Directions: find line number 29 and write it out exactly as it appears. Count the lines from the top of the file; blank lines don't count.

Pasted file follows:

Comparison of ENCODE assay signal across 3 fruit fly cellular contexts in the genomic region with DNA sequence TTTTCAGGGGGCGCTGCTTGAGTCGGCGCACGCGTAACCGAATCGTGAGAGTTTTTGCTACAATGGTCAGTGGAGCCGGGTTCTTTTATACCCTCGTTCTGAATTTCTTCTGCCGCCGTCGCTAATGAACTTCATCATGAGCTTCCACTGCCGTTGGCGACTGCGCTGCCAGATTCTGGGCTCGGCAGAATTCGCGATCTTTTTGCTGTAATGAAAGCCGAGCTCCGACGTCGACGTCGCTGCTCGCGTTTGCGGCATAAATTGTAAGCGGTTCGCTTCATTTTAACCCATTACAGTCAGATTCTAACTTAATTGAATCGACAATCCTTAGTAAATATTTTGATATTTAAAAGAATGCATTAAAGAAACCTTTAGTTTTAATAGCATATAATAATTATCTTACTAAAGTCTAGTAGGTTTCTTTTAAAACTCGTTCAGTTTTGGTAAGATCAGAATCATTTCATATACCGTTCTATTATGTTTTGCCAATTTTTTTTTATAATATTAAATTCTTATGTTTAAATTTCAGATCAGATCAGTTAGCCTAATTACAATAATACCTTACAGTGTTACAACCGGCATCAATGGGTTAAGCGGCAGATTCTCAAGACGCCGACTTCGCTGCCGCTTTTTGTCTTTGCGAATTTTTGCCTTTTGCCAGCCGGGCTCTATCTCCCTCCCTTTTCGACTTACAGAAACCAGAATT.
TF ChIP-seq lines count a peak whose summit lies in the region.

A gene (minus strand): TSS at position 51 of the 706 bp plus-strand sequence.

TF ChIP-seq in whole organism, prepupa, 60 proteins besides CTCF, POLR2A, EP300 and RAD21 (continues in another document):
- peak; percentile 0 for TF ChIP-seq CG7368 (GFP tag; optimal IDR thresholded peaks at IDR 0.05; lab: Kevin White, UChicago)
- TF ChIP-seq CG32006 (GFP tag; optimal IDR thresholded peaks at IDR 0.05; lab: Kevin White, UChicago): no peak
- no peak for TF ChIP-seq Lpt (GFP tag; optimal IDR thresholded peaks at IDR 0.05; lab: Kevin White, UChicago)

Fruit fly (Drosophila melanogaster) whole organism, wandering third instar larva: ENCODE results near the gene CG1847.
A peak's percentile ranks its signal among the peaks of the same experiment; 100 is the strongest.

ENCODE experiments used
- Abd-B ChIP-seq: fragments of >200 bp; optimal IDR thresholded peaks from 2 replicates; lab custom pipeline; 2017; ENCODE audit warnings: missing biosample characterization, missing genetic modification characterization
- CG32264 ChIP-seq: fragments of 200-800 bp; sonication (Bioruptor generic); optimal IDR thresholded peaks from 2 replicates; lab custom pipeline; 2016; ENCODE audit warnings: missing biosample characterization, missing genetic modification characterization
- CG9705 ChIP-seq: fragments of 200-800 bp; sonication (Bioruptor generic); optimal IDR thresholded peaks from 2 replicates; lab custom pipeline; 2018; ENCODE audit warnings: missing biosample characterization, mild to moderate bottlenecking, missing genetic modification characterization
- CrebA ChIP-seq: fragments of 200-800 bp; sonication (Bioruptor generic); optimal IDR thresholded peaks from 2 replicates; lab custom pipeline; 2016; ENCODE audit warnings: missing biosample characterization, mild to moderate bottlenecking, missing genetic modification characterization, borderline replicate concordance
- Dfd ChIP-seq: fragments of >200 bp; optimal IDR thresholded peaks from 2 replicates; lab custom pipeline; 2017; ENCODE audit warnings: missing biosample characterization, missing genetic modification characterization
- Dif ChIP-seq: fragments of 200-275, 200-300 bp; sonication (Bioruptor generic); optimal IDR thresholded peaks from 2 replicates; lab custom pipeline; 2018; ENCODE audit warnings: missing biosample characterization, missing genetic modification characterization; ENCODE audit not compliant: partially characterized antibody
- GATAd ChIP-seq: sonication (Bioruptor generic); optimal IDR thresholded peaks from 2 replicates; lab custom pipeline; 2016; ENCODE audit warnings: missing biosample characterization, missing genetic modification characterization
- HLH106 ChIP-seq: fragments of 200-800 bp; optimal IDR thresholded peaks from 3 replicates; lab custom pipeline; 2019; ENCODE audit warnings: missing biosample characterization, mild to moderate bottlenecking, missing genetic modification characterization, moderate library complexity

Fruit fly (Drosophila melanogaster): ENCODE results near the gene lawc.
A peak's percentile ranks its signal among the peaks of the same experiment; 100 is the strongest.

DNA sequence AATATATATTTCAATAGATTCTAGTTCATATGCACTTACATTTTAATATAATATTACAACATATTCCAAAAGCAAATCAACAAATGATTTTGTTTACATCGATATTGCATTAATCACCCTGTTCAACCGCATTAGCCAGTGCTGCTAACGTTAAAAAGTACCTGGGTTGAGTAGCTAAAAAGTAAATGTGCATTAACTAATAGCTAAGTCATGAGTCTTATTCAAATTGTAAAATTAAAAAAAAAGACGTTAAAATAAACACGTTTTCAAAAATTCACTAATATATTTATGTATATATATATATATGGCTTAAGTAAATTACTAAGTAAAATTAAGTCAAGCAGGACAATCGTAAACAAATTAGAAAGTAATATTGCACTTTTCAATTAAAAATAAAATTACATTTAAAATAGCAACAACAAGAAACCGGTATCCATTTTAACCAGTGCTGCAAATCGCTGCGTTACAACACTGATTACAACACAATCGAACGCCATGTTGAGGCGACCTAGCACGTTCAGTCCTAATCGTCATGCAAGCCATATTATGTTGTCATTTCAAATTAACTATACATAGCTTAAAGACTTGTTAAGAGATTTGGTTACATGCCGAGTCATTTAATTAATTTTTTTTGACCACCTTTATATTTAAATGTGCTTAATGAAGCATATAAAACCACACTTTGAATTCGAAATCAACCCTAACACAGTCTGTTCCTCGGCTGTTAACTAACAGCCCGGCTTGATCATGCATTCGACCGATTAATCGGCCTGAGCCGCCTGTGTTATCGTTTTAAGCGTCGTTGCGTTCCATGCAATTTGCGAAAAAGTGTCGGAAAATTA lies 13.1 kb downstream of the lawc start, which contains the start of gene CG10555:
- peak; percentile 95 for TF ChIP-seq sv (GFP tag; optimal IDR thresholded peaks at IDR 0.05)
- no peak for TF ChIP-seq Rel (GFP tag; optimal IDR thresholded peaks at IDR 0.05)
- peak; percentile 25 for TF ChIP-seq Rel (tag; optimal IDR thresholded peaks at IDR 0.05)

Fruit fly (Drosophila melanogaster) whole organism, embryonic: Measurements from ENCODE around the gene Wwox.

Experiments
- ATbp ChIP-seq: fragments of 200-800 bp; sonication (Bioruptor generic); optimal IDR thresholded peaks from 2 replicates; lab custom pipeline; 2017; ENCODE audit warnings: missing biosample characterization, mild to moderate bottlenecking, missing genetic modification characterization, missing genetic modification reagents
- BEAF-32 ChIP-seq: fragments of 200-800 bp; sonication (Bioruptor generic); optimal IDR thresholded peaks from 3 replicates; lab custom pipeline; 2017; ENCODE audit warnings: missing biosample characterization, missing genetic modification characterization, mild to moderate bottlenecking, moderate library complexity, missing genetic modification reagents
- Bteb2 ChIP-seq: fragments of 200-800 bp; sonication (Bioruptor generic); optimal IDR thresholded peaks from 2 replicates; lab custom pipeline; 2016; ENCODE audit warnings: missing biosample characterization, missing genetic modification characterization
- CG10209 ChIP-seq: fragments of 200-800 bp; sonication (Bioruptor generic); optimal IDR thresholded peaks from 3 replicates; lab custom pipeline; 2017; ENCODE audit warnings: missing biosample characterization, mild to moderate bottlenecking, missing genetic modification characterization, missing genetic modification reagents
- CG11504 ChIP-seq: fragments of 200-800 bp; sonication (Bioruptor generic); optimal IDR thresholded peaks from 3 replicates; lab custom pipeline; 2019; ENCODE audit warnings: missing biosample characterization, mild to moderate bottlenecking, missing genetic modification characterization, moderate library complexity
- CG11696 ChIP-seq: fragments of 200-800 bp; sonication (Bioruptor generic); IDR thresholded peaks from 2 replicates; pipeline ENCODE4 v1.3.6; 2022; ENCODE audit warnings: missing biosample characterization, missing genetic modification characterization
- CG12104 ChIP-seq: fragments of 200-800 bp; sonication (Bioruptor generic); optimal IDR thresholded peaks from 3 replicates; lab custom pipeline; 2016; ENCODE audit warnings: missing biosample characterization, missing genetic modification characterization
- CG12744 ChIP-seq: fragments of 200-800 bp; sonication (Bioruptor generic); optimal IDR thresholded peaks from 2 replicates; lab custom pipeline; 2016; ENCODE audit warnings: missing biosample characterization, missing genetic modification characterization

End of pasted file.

- Bteb2 ChIP-seq: fragments of 200-800 bp; sonication (Bioruptor generic); optimal IDR thresholded peaks from 2 replicates; lab custom pipeline; 2016; ENCODE audit warnings: missing biosample characterization, missing genetic modification characterization